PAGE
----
Last week, Britain’s counterterrorism police opened an investigation into a package containing uranium that was seized at London’s Heathrow Airport on December 29. The package, which reportedly originated in Pakistan, was “destined for an Iranian business with premises in the UK,” The Guardian reported.
Confusion over the origin of the uranium persists. Pakistani officials claim that the shipment in question didn’t come from Pakistan as was being claimed by the British media. Reportedly, the uranium was found in a shipment of scrap metal and was “embedded into metal bars.”
However, the Oman Airlines flight that allegedly carried the radioactive material left Karachi on December 29 for Muscat and its cargo only contained “frozen meat and garments.” “No metal or out-sized cargo was booked on the flight [from Pakistan],” an official who was briefed on the issue emphasized, according to Dawn.
Following the seizure of the radioactive material, British police clarified that reports about a large amount of radioactive material and its potential use to make a bomb are devoid of truth. “I want to reassure the public that the amount of contaminated material was extremely small and has been assessed by experts as posing no threat to the public,” said Commander Richard Smith of the Met. On January 15, British police arrested a man in his 60s under terrorism laws in connection with the investigation. However, he was released later on bail, with the police clarifying that despite the arrest, the incident does “not appear to be linked to any direct threat to the public.”
“No information to this effect has been shared with us officially. We are confident that the reports are not factual,” Foreign Office Spokesperson Mumtaz Zahra said last week. Moreover, officials in Pakistan are concerned that the country is falsely being linked to the development to malign its image.
Over the years, Pakistan has made enormous efforts to enhance its nuclear security culture. Last year, the International Atomic Energy Agency (IAEA) mission praised Pakistan’s nuclear safety regulations saying that the country has made “clear improvements to make its regulatory infrastructure more efficient and effective.”
Although Pakistan was ranked 19th of 22 countries with weapons-usable nuclear materials in the NTI’s Nuclear Security Index for 2020, its Security and Control Measures score increased by 25 points on account of “actions to strengthen its regulations.” Indeed, it was the “most improved country in the theft ranking… improving its overall score by 7 points,” the NTI report said.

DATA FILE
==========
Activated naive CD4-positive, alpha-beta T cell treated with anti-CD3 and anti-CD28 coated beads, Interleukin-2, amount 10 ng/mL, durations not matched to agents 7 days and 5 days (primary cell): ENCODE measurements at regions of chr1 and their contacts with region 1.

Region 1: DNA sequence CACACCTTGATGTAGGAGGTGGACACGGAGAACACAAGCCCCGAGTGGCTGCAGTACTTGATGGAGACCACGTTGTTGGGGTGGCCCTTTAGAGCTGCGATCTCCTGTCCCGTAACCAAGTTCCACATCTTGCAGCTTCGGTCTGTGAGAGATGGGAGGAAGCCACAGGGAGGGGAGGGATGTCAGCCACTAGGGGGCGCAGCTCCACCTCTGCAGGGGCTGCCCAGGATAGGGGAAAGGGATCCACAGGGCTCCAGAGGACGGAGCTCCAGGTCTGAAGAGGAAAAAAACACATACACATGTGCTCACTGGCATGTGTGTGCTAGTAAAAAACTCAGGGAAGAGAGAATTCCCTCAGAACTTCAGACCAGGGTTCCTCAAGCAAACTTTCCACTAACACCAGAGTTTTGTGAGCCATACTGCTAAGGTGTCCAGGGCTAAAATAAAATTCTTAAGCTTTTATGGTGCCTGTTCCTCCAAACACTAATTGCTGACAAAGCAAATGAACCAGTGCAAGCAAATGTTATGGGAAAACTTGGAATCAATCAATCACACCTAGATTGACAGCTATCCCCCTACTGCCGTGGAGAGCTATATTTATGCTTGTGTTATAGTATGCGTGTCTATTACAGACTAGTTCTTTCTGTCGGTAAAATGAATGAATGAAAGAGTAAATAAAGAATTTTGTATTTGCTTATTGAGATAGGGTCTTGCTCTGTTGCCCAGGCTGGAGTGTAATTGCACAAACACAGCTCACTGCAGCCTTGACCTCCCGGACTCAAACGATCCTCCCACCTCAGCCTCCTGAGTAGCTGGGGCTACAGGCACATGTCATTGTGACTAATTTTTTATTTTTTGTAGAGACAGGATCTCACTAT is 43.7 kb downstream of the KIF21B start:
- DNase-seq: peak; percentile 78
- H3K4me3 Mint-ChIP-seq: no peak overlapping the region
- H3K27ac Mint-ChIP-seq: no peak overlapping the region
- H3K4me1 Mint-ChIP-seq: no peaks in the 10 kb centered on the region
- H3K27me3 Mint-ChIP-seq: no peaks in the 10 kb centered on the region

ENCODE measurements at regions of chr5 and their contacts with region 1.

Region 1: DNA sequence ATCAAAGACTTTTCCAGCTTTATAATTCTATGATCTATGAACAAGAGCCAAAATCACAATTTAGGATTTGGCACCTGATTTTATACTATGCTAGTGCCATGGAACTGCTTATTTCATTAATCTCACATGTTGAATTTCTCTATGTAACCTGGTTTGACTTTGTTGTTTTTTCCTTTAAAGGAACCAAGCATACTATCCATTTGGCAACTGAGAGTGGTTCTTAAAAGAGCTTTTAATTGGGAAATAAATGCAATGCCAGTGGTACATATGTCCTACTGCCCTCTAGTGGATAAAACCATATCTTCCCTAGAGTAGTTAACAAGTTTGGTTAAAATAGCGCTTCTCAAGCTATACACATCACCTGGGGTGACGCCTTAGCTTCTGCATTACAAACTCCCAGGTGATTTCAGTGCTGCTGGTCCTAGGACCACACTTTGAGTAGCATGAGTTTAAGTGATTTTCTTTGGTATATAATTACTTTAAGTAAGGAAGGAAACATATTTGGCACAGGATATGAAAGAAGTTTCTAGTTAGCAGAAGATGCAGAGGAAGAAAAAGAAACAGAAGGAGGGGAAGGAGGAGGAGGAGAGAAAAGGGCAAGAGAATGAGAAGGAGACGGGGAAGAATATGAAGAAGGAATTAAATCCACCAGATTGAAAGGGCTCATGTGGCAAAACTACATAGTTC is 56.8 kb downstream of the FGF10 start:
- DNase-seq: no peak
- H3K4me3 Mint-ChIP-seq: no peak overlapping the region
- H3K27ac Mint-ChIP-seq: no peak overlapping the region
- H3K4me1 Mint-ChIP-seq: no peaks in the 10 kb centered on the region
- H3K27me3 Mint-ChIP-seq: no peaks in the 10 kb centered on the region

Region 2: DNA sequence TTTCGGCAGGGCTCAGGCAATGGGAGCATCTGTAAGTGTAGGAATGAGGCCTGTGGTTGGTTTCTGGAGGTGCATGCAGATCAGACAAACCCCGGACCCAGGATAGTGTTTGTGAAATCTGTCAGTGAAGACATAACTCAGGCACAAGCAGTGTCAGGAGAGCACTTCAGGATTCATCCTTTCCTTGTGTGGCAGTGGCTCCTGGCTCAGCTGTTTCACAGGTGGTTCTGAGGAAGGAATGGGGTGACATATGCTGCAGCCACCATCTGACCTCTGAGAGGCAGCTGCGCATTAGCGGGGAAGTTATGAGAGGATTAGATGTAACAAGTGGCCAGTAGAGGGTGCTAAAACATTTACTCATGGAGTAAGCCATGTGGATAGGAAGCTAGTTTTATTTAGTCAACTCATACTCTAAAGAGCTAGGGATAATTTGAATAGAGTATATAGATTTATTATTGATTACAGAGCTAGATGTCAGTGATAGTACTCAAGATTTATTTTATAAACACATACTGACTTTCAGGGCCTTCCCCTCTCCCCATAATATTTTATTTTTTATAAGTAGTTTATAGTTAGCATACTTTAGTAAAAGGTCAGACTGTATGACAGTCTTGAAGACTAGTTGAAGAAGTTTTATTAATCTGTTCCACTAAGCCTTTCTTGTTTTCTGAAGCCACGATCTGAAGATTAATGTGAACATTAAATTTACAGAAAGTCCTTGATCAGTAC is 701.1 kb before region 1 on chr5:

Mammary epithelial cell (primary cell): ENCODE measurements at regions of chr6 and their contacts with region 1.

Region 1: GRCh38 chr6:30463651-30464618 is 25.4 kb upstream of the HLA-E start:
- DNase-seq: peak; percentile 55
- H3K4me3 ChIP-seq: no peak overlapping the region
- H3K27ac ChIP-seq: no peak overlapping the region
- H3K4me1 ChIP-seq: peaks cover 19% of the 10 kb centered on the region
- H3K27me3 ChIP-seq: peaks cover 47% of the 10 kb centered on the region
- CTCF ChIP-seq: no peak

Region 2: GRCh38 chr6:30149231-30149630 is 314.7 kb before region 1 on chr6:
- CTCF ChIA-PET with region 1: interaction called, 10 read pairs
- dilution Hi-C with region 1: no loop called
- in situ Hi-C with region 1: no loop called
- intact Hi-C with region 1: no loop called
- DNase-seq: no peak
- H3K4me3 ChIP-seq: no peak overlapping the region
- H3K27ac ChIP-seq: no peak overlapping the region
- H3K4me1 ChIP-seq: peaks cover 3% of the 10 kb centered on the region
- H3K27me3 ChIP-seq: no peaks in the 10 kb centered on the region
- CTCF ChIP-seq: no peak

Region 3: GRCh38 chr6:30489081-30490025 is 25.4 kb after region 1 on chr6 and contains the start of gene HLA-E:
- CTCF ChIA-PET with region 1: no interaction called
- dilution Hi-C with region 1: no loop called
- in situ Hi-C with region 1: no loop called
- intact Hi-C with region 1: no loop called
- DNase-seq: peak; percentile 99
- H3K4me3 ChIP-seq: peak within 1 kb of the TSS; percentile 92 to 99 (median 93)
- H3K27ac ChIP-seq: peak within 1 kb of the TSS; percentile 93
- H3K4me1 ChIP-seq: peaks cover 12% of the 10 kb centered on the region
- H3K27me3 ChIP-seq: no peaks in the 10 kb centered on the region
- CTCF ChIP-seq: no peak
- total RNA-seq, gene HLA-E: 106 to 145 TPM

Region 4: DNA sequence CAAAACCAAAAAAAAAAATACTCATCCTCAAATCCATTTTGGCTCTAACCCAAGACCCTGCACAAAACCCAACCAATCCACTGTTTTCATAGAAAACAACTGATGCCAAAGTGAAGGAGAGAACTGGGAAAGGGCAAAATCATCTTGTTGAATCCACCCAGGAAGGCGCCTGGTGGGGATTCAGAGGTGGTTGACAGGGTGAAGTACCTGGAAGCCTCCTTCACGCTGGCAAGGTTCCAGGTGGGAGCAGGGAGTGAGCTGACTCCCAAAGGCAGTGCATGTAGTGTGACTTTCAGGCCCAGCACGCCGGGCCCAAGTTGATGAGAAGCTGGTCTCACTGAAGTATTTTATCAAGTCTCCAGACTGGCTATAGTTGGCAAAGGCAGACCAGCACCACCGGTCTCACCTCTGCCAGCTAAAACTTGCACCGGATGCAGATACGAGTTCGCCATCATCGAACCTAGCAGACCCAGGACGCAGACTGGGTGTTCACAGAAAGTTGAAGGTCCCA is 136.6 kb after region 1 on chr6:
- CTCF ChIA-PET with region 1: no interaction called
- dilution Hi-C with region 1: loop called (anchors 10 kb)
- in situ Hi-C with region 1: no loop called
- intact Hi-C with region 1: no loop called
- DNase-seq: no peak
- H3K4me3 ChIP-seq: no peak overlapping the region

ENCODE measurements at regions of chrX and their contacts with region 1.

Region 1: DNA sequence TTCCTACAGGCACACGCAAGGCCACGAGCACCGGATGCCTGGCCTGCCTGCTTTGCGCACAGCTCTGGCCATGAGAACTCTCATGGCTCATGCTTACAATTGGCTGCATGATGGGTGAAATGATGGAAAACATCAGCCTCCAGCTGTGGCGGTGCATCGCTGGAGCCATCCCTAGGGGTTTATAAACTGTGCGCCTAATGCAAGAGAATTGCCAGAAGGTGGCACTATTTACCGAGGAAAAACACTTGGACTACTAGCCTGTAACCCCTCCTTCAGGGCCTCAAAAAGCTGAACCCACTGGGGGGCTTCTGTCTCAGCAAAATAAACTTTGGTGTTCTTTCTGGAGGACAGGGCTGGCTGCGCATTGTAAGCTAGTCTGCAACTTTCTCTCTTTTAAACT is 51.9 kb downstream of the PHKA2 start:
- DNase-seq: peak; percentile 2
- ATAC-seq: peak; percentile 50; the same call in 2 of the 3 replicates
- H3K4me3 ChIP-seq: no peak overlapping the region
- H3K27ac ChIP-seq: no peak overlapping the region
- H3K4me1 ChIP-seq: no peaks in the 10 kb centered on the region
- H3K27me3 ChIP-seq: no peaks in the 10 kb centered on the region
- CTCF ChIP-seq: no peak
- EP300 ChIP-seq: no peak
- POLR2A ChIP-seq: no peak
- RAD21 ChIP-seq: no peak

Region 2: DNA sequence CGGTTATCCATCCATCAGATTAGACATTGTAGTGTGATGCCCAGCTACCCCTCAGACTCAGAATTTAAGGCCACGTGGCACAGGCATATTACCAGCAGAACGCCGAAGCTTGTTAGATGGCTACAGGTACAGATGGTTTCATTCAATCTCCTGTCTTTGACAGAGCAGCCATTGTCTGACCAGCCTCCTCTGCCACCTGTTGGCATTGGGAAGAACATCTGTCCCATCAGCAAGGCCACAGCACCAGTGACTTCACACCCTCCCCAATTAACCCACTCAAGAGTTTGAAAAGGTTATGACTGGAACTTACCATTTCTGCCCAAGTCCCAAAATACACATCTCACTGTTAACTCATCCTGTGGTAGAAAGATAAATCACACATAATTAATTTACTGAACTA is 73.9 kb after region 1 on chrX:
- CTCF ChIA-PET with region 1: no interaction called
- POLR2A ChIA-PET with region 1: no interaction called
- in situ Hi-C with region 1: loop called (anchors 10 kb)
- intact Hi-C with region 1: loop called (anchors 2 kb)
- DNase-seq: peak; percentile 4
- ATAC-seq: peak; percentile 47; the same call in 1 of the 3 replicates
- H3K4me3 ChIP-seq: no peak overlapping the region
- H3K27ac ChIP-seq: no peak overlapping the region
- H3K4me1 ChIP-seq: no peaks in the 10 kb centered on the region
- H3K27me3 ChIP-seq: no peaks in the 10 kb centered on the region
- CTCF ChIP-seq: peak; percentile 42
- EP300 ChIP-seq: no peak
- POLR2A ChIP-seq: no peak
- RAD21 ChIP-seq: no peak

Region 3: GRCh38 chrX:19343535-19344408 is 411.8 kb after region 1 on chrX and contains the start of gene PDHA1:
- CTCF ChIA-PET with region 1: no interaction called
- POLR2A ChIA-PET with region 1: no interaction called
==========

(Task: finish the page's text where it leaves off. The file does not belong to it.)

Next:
It is pertinent to mention here that Pakistan has an elaborate command and control mechanism with National Command Authority (NCA) at the top to ensure safety of Pakistan’s strategic arsenal which has never been questioned or undermined, directly or indirectly in the country.
Over the years, Pakistan has clearly shown willingness to work with the international community to streamline its export control regime.
However, officials in Pakistan claim that this cannot be said about India where unauthorized access to radioactive materials has been reported quite recurrently over the years. “The international community has not scrutinized New Delhi the way it does in our case even on mere allegations,” a Pakistani government official told the Diplomat requesting anonymity.
While Pakistan with 47 points was ranked 19 of 22 countries on the NTI index, India was ranked 20th with 41 points.
In May 2022, Indian police seized 7 kilograms of natural uranium and arrested two men in the western state of Maharashtra. A month later, police in Jharkhand arrested seven people and seized 6.4 kilograms of uranium in their possession.
The incident involving the firing of the BrahMos nuclear-capable missile into Pakistan’s territory on March 9, 2022, raised several worrying questions about India’s conduct as a nuclear state.
“International community should be concerned about the repeated incidents of nuclear and radioactive material theft in India,” the official said, stressing “Pakistan’s efforts to improve its nuclear safety regulations should be acknowledged.”